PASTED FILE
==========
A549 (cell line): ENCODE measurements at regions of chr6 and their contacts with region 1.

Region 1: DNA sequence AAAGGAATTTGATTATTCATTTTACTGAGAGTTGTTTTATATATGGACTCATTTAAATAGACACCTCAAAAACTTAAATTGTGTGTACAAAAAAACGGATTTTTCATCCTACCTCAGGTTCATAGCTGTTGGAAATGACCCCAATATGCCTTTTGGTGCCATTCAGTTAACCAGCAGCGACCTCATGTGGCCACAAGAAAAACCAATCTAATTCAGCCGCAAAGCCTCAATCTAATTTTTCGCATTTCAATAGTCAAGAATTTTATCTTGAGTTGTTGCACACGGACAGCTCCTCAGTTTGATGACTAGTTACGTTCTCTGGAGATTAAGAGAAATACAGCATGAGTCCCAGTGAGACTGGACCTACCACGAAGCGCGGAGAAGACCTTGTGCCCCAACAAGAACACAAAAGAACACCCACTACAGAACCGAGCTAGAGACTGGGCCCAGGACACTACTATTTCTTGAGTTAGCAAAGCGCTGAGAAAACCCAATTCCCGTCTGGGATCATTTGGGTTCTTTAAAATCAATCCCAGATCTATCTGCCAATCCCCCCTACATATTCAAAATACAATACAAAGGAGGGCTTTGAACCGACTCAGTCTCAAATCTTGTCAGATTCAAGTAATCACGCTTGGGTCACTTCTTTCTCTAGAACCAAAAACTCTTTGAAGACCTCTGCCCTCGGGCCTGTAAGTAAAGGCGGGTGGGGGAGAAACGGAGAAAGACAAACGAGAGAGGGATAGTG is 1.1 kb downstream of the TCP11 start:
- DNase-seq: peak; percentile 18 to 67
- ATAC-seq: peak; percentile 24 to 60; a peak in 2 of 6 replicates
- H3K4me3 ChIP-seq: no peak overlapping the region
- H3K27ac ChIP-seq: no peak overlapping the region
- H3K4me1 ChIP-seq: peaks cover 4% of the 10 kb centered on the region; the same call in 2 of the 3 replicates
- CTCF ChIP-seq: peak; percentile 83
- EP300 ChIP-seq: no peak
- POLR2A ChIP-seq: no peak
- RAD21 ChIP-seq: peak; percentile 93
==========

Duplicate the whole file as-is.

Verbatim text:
A549 (cell line): ENCODE measurements at regions of chr6 and their contacts with region 1.

Region 1: DNA sequence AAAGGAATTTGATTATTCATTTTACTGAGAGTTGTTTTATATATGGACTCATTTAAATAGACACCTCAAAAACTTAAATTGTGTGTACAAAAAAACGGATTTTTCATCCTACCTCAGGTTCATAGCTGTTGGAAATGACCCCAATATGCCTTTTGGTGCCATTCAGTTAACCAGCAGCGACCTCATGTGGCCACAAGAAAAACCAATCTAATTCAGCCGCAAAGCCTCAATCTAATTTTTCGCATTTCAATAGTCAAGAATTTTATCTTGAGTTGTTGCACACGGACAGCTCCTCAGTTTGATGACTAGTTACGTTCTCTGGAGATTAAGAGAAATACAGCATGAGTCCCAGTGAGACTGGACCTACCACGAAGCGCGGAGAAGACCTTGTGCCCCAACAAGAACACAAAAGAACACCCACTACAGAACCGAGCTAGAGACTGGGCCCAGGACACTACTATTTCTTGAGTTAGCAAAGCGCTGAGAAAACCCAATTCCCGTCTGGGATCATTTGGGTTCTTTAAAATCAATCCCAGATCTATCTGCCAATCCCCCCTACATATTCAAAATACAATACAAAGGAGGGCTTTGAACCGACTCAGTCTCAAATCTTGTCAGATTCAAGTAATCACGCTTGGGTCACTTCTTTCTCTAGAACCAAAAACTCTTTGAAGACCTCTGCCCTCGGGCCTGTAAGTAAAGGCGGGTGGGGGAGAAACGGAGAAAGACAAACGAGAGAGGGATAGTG is 1.1 kb downstream of the TCP11 start:
- DNase-seq: peak; percentile 18 to 67
- ATAC-seq: peak; percentile 24 to 60; a peak in 2 of 6 replicates
- H3K4me3 ChIP-seq: no peak overlapping the region
- H3K27ac ChIP-seq: no peak overlapping the region
- H3K4me1 ChIP-seq: peaks cover 4% of the 10 kb centered on the region; the same call in 2 of the 3 replicates
- CTCF ChIP-seq: peak; percentile 83
- EP300 ChIP-seq: no peak
- POLR2A ChIP-seq: no peak
- RAD21 ChIP-seq: peak; percentile 93